There are few better places to be on a big Champions League night than Parkhead - and Celtic just have to hope the magic doesn't work for Barcelona Wednesday night (live, FOX Soccer 2GO Wednesday, 2:30 PM EST) .

If it does, the score could be embarrassing. Tito Vilanova's team have already established themselves as the top team in Spain and the best in the world. The days when Celtic could contest such a title are long gone.

The Glasgow giants did earn a playoff for the global throne once, after becoming the first British club to win the European Cup, forerunner to the Champions League in 1967. That chance evaporated in a cauldron of kicking and punching when they took on Racing Club in Montevideo, Uruguay, and had three players sent off to the Latin Americans' two.

Cross-cultural passion tends to be more edifyingly expressed these days and nothing should get in the way of a beautiful occasion in Glasgow, where a 60,000 full house will sing "You'll Never Walk Alone" - Celtic fans claim to have chosen it as their anthem before their Liverpool equivalents - with hope in their hearts, albeit mixed with an element of fear.

These are real soccer people, though, and the multitude in green and white hoops will give a respectful welcome to the greatness in their midst, especially Lionel Messi, despite having scored the winner in the fourth minute of added time when the teams met at Camp Nou last month.

That was agony for the Celts, who had led through Georgios Samaras and fought so hard to restrict Barcelona to a single reply, but the points were lost. Fortunately, they had four already on the board after a scoreless home tie with Benfica and a fantastic 3-2 away win against Spartak Moscow.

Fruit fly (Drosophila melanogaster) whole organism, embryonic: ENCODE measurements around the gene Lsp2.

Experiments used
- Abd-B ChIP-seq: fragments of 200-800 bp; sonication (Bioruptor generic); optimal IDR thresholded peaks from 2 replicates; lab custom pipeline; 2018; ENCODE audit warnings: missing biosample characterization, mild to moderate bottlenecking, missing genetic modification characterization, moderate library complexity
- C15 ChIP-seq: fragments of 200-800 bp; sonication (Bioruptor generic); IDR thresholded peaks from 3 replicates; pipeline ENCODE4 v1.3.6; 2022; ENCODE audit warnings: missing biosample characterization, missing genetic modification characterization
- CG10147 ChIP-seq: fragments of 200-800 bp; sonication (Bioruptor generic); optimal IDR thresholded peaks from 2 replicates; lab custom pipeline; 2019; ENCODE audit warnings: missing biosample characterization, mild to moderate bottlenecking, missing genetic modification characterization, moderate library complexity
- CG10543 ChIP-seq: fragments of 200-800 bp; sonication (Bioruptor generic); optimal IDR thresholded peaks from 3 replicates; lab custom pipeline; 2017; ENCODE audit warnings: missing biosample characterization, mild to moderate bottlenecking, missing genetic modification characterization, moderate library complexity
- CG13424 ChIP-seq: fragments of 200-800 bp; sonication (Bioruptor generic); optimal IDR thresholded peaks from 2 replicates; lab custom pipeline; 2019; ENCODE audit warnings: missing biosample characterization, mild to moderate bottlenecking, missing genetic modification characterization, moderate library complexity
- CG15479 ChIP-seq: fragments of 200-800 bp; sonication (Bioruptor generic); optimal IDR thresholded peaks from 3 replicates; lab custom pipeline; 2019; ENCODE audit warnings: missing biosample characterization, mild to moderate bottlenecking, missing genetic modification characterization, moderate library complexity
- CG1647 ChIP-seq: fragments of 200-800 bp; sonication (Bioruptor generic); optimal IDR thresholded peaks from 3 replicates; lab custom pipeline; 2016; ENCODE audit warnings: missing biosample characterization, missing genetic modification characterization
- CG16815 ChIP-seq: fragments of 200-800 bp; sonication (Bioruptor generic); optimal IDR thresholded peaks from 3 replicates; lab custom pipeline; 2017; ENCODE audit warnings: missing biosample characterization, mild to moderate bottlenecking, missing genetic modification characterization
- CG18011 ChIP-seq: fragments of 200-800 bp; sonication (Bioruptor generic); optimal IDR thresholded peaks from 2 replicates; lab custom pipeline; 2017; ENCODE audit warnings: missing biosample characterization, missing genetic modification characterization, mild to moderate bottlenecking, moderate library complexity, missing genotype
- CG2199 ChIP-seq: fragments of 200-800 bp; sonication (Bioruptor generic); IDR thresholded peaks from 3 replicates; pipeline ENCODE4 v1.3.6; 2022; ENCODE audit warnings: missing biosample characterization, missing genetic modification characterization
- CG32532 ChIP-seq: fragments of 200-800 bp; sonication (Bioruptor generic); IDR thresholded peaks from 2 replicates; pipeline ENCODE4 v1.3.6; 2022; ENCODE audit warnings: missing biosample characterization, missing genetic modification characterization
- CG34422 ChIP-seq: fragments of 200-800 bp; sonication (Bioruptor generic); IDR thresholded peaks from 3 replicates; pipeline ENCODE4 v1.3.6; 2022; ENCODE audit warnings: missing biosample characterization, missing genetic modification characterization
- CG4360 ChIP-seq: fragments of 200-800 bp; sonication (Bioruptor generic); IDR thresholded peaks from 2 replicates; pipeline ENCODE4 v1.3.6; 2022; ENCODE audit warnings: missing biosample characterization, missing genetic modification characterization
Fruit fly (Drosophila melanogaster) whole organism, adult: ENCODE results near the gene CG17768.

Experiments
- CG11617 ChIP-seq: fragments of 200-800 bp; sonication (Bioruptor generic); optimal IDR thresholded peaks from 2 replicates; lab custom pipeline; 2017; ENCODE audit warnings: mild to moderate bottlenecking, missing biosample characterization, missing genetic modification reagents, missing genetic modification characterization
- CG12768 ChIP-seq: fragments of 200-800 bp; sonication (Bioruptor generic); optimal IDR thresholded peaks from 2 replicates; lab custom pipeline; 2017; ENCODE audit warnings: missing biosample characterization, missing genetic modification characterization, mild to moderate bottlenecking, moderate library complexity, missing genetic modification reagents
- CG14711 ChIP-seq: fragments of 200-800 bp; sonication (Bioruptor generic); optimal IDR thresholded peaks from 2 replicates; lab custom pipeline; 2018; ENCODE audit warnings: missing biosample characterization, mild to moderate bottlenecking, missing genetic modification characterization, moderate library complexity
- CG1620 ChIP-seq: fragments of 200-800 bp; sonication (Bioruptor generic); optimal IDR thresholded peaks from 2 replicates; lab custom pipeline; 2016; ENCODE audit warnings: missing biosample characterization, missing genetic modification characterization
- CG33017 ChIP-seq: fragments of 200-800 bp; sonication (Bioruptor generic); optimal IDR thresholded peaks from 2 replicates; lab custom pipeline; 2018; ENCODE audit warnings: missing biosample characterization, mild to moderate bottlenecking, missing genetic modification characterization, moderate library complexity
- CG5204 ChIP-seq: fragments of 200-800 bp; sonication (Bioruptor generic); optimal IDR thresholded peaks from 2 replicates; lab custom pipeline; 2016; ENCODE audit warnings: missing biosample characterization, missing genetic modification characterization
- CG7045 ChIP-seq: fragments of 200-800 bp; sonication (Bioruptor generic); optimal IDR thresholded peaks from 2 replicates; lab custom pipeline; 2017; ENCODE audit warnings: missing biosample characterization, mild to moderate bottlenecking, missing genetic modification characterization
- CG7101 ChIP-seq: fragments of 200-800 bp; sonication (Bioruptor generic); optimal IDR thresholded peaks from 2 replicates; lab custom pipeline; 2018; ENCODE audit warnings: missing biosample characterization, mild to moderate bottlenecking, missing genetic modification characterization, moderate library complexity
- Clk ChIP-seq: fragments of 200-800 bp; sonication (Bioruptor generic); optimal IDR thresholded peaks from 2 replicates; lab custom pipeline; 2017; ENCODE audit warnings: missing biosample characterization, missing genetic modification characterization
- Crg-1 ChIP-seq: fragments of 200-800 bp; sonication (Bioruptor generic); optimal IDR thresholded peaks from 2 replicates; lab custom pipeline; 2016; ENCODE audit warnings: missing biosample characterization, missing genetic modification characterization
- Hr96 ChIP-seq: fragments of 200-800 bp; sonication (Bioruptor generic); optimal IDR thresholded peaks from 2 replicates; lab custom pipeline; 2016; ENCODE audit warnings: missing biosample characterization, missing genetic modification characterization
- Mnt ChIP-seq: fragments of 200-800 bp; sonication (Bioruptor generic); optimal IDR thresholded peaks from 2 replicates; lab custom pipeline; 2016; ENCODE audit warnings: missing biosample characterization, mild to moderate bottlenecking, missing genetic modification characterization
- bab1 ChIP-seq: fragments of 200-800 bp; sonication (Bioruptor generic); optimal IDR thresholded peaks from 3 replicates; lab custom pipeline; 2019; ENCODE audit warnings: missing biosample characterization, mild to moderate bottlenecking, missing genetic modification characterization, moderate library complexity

In every game so far, young Celtic coach Neil Lennon has earned praise for his tactics. The fans were delighted at his appointment. Lennon was a highly popular player - combative yet careful with his passing - and most expected his forte to be motivation, at least in the early stages of his career rather than game planning.

Yet Barcelona have seldom been so frustrated in this season of resurgence than by Celtic. This gives the faithful hope that Lennon can do it again, prepare his resources so that Vilanova's technicians lack space in the danger areas in and around the penalty box. But a goal would be nice and Lennon is sweating on the fitness of Samaras because the Greek striker tends to shine on the European stage.

Sadly, Celtic will be without at least two customary starters: Emilio Izaguirre and James Forrest. Izaguirre will be missed as the Honduran left back epitomizes one of the astute buys who complement the Scots such as the quick, direct young Forrest; another who would have been useful against the distinguished visitors from Catalunya.

Fortunately, young Kenyan playmaker Victor Wanyama will be on duty, along with Efe Ambrose, a Nigerian plucked from the Israeli club Ashdod, and Israel's Beram Kayal. Celtic's best player, as always, is expected to be the atmosphere in their evocative stadium in Glasgow's East End where so many notables have fallen.

Those defeated at Parkhead include Juventus in 2001 - Alessandro del Piero and company lost 4-3 - Lyon in 2003; Manchester United in 2006, when Shunsuke Nakamura stroked that glorious free kick out of Edwin van der Sar's reach with 10 minutes to go; and Milan in 2007, when there were only seconds on the clock as Scott McDonald made it 2-1.

But this would be the biggest result of all. Victory wouldn't guarantee Celtic a place in the knockout stages but it would leave them needing only one win from a visit to Benfica in Lisbon and the return match against their Moscow foes. It would undoubtedly be the perfect way to celebrate the club's 125th anniversary.

It has been a strange season so far. Celtic were expected to run away with the Scottish Premier League in the absence of Rangers, who have been banished to the lower divisions after going bust and re-forming. The Bhoys currently find themselves level on top points with Hibernian.

Their record isn't that bad - six wins and only two losses in 11 games - but it's not good enough to silence the taunts from the Rangers support. And yet in Europe, it's looking better than many Celtic fans feared. Celtic followers will keep their fingers crossed against Barcelona and will look to add one more miracle to their decorated history.